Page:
Blood brother finally found after long search

People might have noticed in the last week or so a decrease in the number of posts to this site.

Cindy and Mark Hill accepting their winnings. Web photo by Dave Kaup.

Cindy and Mark Hill accepting their winnings. Web photo by Dave Kaup.

Sorry about that, but there’s a good reason: I’ve been researching my ancestry and have come up with some disturbing results.

Growing up in Olathe, I’ve long had the feeling that there was something lacking in my life, something that I did not know about my lineage and this family void was creating a deep, dark hole within my soul. There were times when I tried talking to my parents about this emptiness I felt; I tried asking them questions but never were there any answers. Continue reading

Brownback says Kansas will not secede

As of mid-day Wednesday, Nov. 14, around 6,800 people, presumably who were all Kansans, had signed a petition wanting Kansas to secede from the Union and form it’s own country. Similar petitions have been circulating in every state since President Obama won re-election last week.

Fact is, these kinds of petitions are bogus at best, a feeble symbolic sour grapes protest by mostly far-right, ultra-conservatives who can’t accept that America voted to give Obama a second term.

Well, even their right-wing, ultra-conservative Gov. Sam Brownback said today that Kansas is not attempting to and will not secede from the Union.

Level-headed Kansans already knew that and if the 6,800 people who signed the petition, especially for those who actually do live in Kansas, can’t accept that, then, well, I’m thinking the next best thing for them to do is to move, maybe pool their money and buy an isolated island somewhere to start their own country.

Pelosi: A Democratic albatross

U.S. Rep. Nancy Pelosi, Calif.,  is to the Democrats what Todd Akin, Mo., is to the Republicans: An albatross!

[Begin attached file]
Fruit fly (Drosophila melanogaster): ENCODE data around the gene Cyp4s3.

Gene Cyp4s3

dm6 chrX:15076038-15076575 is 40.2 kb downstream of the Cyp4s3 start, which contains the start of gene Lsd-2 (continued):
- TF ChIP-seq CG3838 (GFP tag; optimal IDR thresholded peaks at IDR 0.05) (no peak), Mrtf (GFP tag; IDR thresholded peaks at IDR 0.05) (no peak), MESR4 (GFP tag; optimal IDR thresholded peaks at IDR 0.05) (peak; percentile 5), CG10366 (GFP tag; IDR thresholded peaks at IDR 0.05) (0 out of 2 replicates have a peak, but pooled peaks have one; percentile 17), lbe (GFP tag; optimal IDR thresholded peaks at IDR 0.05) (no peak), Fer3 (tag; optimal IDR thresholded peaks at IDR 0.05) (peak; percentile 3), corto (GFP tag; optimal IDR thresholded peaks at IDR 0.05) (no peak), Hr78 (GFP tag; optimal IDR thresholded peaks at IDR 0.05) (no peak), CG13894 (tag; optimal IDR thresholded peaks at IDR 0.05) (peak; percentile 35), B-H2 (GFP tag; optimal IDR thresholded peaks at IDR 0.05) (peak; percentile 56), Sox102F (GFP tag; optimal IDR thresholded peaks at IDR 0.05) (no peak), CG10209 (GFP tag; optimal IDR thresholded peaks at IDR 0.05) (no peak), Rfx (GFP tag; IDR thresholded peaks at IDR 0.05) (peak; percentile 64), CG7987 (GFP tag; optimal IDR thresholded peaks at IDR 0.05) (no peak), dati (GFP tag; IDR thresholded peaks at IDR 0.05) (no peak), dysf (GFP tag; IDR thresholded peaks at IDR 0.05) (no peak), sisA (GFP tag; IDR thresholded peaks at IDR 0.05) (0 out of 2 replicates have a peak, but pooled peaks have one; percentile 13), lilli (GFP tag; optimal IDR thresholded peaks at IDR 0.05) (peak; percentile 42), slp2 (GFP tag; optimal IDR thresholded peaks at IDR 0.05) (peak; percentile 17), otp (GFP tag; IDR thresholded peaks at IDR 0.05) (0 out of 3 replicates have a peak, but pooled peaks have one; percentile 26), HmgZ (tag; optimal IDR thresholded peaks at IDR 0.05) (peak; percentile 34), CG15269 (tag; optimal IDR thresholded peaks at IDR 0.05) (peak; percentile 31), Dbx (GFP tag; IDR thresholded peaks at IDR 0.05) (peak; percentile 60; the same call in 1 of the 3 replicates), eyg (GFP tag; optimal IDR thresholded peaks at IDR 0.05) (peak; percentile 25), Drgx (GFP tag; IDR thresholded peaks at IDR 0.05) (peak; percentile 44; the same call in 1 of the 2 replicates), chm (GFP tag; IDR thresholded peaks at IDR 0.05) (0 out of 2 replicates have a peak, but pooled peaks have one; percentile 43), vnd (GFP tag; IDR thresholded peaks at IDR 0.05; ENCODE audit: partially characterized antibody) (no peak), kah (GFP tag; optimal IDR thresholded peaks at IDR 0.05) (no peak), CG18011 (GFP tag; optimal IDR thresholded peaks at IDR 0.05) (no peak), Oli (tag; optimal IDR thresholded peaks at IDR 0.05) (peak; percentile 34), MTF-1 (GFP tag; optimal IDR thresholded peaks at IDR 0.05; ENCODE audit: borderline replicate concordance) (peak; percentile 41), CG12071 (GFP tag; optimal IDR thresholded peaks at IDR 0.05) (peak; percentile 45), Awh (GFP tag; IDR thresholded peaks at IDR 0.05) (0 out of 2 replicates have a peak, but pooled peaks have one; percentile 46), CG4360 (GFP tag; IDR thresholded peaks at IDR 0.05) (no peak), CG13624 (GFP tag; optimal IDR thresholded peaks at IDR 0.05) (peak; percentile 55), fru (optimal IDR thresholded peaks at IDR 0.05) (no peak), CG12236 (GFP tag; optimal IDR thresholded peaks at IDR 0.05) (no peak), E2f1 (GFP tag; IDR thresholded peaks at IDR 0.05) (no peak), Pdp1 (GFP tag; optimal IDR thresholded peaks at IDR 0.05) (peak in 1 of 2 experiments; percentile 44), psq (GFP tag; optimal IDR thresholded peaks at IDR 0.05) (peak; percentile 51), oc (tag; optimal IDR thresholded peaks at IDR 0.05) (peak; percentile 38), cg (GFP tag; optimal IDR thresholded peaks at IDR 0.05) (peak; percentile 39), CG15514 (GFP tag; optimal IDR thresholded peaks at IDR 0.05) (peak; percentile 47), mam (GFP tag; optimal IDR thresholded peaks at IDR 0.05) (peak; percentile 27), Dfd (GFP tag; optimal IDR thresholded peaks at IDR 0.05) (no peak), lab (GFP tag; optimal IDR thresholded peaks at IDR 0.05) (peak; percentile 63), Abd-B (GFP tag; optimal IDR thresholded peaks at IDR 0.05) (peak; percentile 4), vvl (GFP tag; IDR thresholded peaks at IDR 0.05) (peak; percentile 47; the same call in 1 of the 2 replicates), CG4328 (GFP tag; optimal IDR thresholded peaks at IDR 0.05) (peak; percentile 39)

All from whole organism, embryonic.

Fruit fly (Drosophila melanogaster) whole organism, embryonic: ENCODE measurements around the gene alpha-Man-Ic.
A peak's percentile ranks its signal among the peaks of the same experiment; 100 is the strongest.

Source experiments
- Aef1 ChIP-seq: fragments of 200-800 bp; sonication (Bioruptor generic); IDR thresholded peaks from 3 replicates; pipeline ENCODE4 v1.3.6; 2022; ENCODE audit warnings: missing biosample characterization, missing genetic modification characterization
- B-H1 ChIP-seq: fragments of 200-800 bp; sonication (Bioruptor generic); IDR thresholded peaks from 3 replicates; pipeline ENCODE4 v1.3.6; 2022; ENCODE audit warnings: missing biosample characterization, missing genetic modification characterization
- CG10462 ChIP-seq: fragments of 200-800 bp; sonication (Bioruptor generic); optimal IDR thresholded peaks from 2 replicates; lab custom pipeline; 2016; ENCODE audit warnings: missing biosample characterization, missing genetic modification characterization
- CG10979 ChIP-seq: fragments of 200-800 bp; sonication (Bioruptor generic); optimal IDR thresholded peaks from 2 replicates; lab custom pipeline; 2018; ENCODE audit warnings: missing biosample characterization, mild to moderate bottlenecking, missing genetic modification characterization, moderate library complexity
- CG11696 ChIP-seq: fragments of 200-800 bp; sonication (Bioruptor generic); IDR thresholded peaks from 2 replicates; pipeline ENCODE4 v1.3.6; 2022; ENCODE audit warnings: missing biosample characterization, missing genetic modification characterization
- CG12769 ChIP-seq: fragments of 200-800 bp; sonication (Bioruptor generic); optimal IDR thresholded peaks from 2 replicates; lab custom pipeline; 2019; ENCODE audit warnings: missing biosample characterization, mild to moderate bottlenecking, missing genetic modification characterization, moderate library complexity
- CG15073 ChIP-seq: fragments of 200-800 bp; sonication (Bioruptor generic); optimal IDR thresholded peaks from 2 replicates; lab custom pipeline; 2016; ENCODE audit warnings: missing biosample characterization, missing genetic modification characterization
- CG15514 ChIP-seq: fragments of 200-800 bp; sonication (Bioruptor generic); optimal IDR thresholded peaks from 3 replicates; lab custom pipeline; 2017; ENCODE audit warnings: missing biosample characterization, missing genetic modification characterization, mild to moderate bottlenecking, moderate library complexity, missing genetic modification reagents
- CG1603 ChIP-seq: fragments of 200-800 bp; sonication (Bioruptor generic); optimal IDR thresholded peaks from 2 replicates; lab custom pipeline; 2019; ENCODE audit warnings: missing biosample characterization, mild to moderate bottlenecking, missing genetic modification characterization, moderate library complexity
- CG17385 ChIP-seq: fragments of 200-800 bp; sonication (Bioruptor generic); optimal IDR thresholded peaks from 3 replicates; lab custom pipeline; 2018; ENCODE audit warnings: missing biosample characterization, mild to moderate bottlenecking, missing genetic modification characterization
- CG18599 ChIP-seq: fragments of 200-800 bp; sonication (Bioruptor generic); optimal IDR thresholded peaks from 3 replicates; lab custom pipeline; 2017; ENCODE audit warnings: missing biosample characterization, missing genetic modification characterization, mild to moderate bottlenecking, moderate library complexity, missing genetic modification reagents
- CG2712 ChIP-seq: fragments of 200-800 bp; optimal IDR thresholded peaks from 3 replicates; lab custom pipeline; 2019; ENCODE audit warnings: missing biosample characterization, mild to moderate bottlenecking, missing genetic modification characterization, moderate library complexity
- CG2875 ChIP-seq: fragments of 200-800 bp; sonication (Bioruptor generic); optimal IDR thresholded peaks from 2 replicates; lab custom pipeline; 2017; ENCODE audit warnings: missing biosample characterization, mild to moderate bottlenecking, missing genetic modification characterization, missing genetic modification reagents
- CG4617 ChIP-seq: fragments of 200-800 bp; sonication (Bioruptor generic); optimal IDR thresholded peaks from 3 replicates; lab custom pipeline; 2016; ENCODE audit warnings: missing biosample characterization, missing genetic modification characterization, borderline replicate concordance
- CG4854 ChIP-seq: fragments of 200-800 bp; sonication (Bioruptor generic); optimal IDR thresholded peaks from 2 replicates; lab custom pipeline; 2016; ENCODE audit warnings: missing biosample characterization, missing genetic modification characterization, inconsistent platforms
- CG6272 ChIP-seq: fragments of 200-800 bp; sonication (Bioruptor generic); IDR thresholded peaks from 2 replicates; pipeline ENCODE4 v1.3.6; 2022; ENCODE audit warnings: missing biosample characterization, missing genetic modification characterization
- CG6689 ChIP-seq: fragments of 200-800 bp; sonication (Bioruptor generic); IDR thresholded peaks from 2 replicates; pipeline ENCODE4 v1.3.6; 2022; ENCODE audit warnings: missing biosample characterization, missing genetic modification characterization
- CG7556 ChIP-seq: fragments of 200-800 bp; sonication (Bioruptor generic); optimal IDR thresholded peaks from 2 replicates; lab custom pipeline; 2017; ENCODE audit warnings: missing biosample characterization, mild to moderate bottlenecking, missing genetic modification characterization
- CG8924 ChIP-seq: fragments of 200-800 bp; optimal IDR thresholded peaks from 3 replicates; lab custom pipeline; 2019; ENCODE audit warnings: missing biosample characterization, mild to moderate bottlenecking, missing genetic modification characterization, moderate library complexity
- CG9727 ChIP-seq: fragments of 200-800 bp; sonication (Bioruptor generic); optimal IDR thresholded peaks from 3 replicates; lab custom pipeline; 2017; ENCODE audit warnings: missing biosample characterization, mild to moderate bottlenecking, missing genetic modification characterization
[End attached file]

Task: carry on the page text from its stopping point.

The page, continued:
And today, she announced that she would remain an albatross, er, leader of the Democratic Party in Congress, a position she has held the past 10 years.

First elected to Congress in 1987, Pelosi, 72, became House Minority whip in 2002, became Minority Leader in 2003 and then became the first woman Speaker of the House in 2007 when Democrats took control of the House the last two years of the Bush administration and the first two years of the Obama administration. She served in that position until 2011 when she was again elected the Democratic Leader as Minority Leader after Republicans took control of the House. Continue reading

Political views, free speech and lifetime friendships

I have always believed in the Constitution with its Bill of Rights and have marveled at the forethought and vision Thomas Jefferson and the founding fathers had in creating and approving this fascinating document, which has guided the nation, its leaders, and its people these past 237 years.

Talk about withstanding the test of time!

Sadly, the same sometimes can’t be said about the bonds of friendship. Continue reading

Stop the gridlock; working together will benefit the country

The long, hard-fought, ugly presidential election finally has come to an end. Barack Obama won a second term; Democrats remain in control of the Senate after even adding some seats; and the House remains firmly in the grip of Republicans.

While confetti fluttered throughout the Democratic celebration in Chicago Tuesday night, the party atmosphere should be short-lived. There should be no dancing in the streets today. The president narrowly won the popular vote, 50 to 48 percent, meaning his victory is not a mandate but rather is a result of a better campaign strategy than challenger Mitt Romney‘s in the crucial Electoral College battleground states, which Obama nearly swept. Continue reading

Want real change? Then change Congress

It will be better for the country if President Obama is re-elected for a second term.

That doesn’t necessarily mean he’s the best man for the job, but historically, good pieces of legislation typically are accomplished in the second term of a two-term president that benefit the country as a whole no matter whether the president is a Republican or Democrat.

That’s because Congress and the Senate are the two chambers that wield the power and in the first term of virtually every modern presidency, partisanship gridlock prevails. The party not represented in the White House locks arms and does everything possible to block legislation to make the president look bad and be vulnerable in the next presidential election.

But in the second term, the pressure to stifle what is then a lame-duck president is not as great and that leads to better legislation, increased compromise between the parties, and beneficial action for the Middle Class so that elected officials can go back to their constituents with a list of accomplishments to justify their bid for the mid-term re-election cycle. Continue reading

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